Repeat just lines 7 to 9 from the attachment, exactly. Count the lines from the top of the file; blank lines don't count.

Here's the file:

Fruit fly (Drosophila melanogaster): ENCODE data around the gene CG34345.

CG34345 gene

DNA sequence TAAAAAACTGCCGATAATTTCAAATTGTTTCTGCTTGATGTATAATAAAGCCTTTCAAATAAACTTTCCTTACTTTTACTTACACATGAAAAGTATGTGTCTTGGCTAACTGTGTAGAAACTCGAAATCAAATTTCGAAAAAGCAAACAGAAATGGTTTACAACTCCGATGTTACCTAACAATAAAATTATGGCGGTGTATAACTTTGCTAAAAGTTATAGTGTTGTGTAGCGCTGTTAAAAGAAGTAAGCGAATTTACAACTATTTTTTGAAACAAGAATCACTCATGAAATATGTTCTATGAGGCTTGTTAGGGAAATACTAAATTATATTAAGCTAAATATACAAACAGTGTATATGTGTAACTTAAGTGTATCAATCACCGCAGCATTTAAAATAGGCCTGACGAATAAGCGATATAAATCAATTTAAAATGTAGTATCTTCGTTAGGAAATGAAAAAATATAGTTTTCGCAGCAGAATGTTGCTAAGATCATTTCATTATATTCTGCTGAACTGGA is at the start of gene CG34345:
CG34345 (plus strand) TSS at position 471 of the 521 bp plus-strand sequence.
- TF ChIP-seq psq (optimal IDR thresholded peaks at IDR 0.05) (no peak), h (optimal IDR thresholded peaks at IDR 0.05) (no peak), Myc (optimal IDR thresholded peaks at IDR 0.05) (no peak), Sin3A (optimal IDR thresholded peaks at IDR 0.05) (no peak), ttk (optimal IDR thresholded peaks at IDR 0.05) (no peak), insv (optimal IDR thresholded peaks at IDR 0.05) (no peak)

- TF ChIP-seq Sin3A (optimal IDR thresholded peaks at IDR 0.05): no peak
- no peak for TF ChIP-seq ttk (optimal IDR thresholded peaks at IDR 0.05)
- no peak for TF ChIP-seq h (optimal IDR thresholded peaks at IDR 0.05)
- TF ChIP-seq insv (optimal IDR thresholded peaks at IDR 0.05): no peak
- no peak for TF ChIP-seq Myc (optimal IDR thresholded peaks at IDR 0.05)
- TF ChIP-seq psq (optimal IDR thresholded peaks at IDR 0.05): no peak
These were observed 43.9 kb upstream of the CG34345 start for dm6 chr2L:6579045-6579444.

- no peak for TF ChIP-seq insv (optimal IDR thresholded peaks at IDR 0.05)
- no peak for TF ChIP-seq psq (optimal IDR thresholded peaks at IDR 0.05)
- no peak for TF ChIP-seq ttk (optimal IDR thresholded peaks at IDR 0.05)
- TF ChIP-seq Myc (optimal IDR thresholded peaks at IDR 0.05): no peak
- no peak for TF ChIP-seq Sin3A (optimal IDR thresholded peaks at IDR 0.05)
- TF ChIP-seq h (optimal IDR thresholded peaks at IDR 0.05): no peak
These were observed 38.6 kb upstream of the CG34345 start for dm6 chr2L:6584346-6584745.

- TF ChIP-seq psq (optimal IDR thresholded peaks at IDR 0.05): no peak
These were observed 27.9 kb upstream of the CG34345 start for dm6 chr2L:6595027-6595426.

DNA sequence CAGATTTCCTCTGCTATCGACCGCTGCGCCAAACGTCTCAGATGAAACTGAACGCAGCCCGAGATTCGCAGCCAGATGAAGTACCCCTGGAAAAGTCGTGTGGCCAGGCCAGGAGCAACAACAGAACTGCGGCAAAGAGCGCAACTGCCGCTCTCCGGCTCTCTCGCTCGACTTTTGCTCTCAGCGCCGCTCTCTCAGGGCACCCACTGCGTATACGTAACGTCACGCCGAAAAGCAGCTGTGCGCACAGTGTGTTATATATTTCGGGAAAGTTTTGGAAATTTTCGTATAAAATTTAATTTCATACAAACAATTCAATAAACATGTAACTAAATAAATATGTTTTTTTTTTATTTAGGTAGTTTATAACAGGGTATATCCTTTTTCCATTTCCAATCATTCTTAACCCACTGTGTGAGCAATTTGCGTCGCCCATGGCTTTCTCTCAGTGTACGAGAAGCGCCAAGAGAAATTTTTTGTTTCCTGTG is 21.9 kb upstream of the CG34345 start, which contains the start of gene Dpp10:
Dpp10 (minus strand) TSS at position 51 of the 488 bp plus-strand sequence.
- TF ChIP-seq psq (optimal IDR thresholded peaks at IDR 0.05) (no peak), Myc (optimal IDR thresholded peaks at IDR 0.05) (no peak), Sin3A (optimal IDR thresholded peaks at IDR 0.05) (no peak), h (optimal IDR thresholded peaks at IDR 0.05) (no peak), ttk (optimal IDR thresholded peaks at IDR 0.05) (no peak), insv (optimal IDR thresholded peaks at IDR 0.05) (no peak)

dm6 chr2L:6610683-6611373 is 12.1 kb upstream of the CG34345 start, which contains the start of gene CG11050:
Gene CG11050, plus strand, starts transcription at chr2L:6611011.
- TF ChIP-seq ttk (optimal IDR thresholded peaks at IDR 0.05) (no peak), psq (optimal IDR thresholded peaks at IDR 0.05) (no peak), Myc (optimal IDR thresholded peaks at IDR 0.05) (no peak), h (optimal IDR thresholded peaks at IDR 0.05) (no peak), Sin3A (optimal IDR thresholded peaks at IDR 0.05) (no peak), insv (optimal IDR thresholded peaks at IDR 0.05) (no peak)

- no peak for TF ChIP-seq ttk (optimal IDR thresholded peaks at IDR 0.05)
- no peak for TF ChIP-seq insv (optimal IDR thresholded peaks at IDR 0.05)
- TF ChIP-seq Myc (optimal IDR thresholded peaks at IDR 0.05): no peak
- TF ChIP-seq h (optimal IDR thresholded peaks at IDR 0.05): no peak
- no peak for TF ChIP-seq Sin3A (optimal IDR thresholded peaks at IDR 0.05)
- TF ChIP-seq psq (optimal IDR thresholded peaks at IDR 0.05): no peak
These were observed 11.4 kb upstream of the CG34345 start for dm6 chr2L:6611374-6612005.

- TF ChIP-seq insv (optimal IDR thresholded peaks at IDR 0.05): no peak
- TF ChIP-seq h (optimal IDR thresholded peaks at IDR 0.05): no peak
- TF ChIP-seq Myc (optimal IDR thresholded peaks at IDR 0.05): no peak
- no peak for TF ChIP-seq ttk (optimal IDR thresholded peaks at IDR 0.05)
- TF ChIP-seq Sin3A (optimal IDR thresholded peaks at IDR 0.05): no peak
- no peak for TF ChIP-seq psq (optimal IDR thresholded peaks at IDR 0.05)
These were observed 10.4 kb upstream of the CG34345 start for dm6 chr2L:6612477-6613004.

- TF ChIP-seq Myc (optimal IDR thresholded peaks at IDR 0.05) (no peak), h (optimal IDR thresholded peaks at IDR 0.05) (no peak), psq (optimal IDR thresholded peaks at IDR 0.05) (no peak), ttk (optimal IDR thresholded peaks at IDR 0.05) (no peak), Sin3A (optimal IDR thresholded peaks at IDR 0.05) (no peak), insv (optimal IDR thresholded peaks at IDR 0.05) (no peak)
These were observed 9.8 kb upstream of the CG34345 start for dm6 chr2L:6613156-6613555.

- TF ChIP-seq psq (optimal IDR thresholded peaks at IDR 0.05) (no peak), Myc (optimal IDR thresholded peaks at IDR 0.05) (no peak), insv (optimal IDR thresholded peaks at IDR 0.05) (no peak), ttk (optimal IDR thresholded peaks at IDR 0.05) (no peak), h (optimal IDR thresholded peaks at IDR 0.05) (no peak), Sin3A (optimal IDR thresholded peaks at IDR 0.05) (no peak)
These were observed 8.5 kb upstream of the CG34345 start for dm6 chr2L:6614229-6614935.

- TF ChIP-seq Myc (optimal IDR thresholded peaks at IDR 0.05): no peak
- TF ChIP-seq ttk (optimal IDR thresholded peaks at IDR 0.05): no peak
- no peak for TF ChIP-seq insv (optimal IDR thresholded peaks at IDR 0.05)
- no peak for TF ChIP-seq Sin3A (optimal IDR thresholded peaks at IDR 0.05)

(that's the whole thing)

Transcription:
- no peak for TF ChIP-seq ttk (optimal IDR thresholded peaks at IDR 0.05)
- no peak for TF ChIP-seq h (optimal IDR thresholded peaks at IDR 0.05)
- TF ChIP-seq insv (optimal IDR thresholded peaks at IDR 0.05): no peak